The most entertaining thing about this is how those noises sound like something from a 1960s sci-fi movie where someone uses a laser to do something. Who could imagine those guys were right?

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Did not sleep well last night. Anxiety, coupled with Xanax, coupled with wife waking me up because my snoring was waking her up, so I went and slept on the sofa for a good three to five hours solely so she could sleep. But sofa is less comfortable than bed and I didn't sleep all that well.

Today's main tasks are to pay the bills and to cut the grass. The back yard is swampy but the east 40 needs it and so does the front yard. But the "cutting grass" thing will need to wait until this afternoon, when it's supposed to be warmer than it is now anyway, because I really want to get a nap. And there's no reason for me not to take one. Ha!!!

#7100: STINKINOUS GOVERNMENT

So, Village Hall is closed because COVID-19 and of course it is. Water bill due Wednesday and Village Hall is not likely to be open by then because the stupid and useless "shelter-in-place" garbage continues through the end of the month.

$9 fee, on top of the bill itself, to pay the bill electronically.

*sigh*

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YouTube underwent a redesign a month or two ago and the new version stinks.

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I was just thinking about Mazes and Monsters the other day and here it is on YouTube video. (Linked instead of embedded for several reasons, not the least being that it's 1.5 hours long and the encoding doesn't play nice with Pale Moon.)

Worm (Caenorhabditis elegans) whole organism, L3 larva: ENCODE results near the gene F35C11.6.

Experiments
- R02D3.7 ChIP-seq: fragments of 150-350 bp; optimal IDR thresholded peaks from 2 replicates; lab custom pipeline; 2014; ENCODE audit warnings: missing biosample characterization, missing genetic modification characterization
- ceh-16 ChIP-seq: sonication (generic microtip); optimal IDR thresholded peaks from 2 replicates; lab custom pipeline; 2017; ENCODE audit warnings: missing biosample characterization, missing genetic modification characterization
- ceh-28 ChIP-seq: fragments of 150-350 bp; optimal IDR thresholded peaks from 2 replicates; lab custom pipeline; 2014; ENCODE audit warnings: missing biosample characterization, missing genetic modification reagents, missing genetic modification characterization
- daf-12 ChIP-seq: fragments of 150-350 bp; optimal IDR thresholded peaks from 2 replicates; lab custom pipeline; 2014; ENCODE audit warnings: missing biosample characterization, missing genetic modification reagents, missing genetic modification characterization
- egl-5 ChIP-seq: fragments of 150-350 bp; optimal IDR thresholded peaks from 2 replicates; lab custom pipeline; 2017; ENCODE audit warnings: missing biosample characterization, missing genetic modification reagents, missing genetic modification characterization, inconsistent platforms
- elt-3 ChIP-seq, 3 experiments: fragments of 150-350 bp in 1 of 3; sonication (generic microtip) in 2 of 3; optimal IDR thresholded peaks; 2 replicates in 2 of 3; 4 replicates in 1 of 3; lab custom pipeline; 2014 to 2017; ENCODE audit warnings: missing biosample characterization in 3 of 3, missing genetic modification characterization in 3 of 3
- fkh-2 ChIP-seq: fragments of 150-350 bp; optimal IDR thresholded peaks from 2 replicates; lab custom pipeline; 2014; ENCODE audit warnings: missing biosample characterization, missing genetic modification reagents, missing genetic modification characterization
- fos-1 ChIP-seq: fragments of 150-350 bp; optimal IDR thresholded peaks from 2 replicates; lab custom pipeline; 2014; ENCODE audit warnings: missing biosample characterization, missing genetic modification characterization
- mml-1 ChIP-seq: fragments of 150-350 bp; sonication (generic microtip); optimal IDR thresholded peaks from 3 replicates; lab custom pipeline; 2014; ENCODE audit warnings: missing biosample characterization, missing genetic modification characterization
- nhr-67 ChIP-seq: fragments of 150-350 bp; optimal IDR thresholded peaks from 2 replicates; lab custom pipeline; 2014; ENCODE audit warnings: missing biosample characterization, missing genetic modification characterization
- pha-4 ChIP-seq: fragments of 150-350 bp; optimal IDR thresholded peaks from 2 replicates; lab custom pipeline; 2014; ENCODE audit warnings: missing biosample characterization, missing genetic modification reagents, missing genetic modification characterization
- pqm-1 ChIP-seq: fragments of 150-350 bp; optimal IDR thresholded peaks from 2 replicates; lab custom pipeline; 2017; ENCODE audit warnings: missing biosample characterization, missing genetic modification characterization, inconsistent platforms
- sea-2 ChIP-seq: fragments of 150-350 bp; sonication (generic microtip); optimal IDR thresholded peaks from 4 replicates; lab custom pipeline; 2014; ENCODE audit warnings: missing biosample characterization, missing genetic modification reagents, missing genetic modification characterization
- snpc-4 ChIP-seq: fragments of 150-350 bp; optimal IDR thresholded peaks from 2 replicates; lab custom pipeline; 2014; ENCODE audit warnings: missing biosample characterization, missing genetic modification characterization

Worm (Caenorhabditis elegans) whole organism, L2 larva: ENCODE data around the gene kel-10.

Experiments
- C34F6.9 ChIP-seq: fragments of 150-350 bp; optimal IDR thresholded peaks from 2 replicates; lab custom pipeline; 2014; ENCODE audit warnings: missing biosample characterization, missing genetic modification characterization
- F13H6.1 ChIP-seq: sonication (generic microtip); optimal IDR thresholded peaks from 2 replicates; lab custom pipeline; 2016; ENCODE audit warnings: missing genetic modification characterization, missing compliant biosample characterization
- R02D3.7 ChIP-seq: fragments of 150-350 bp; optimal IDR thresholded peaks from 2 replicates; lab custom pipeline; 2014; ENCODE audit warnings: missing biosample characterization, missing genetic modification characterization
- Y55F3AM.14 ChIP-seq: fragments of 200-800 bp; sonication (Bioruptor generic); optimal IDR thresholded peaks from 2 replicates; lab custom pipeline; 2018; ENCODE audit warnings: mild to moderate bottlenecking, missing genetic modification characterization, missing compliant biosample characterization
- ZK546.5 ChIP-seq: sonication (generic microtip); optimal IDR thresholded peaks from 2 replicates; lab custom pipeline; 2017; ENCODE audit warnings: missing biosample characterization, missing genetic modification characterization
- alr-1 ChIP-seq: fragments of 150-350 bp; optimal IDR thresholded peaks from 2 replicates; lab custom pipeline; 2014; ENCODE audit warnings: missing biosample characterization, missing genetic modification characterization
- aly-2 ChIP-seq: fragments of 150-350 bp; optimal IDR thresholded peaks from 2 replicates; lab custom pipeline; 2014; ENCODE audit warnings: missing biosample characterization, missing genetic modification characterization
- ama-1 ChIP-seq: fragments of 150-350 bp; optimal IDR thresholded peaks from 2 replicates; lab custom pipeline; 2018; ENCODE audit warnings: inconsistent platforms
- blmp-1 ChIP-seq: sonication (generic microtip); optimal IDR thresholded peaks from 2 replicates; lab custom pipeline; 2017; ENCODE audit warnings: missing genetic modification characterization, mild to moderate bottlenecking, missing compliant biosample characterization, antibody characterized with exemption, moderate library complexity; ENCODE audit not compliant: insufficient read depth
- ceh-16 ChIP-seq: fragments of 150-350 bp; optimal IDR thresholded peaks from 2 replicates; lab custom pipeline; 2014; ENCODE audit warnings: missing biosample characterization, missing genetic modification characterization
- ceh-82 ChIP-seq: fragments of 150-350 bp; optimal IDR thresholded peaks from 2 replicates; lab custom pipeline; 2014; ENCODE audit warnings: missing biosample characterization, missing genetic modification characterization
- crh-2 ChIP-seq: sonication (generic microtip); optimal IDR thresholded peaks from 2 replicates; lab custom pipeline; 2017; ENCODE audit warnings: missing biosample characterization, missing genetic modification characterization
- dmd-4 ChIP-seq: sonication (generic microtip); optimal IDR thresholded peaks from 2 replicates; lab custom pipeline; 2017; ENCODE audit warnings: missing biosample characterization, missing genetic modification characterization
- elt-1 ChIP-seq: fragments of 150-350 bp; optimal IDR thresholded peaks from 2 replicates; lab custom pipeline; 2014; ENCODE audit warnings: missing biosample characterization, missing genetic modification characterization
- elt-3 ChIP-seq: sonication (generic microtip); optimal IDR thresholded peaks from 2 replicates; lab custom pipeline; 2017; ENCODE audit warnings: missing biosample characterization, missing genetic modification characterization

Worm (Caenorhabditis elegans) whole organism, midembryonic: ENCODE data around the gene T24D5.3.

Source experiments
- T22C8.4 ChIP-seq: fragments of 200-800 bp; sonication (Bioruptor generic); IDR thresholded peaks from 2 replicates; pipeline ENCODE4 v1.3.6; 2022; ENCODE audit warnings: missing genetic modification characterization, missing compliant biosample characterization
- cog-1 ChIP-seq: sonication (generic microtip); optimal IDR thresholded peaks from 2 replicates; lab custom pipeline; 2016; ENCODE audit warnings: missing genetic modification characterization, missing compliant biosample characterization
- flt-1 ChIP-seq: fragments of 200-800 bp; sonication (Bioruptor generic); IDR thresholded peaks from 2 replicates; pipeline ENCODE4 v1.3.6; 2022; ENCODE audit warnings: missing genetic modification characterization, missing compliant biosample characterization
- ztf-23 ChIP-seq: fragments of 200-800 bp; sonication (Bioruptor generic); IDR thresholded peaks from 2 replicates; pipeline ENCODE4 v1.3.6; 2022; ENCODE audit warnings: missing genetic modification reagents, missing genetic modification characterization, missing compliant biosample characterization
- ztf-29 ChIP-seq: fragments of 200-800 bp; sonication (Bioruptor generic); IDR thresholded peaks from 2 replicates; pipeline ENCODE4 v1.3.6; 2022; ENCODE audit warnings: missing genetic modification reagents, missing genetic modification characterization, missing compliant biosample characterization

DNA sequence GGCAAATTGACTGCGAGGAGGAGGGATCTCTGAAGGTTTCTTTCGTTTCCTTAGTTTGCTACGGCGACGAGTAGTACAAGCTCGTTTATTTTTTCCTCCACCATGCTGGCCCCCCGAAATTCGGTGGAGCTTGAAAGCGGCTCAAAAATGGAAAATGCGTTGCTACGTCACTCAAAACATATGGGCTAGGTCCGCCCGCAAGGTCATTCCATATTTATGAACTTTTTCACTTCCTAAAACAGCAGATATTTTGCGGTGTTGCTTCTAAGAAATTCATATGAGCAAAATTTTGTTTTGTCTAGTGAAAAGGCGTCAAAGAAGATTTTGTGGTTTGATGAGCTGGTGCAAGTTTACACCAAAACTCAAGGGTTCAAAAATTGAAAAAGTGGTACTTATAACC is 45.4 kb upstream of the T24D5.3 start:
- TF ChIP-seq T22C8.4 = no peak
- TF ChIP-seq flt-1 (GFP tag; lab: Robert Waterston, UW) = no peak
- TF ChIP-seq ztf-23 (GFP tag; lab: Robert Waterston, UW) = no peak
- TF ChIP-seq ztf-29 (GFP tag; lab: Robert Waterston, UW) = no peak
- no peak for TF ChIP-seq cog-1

Yes, it was the result of the big "D&D is SATANIC!!!!!11oneone" scare in the early 1980s

If I were Tom Hanks' agent, I would keep a couple of things on hand to make sure the guy didn't get too big a head. The first would be a clip from his appearance on Happy Days, in which he played a guy with a black belt who was challenging the Fonz to a fight over a long-held grudge. The second would be a movie poster for that movie.

...though, to my surprise, they are contemporary with his stint as a main character on Bosom Buddies. Half-hour sitcom, ran a good two years.

I watched M&M the first time it was televised. It was in the early 1980s. My friends and I--into D&D--all watched it together, and when it was over we universally thought it was a huge pile of horseshit.

Oh well.

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The other day I fitted the replacement fuel petcock to the motorcycle's fuel tank. It fit perfectly and looks great. Test-fitted the tank to the bike and it looks as if it'll work fine.

Now if I can just get the damned carbs off, I can clean them, and maybe ride the thing. Once I get it plated and insured again. *whimper*

#7101: They're in the wrong business

NASA analyzed Boeing's lunar cargo delivery proposal and was, uh, less than flattering in its assessment.
Due to its high price and ill-suited proposal for the lunar cargo contract, NASA didn't even consider the proposal among the final bidders. In his assessment late last year, NASA's acting chief of human spaceflight, Ken Bowersox, wrote, "Since Boeing's proposal was the highest priced and the lowest rated under the Mission Suitability factor, while additionally providing a conditional fixed price, I have decided to eliminate Boeing from further award consideration."
That's the penultimate paragraph of the article. That quote, worded that way, is enough to take the wind out of you. "Highest priced" and "lowest-rated"--this for what is otherwise the premiere aerospace corporation in the world--has got to hurt.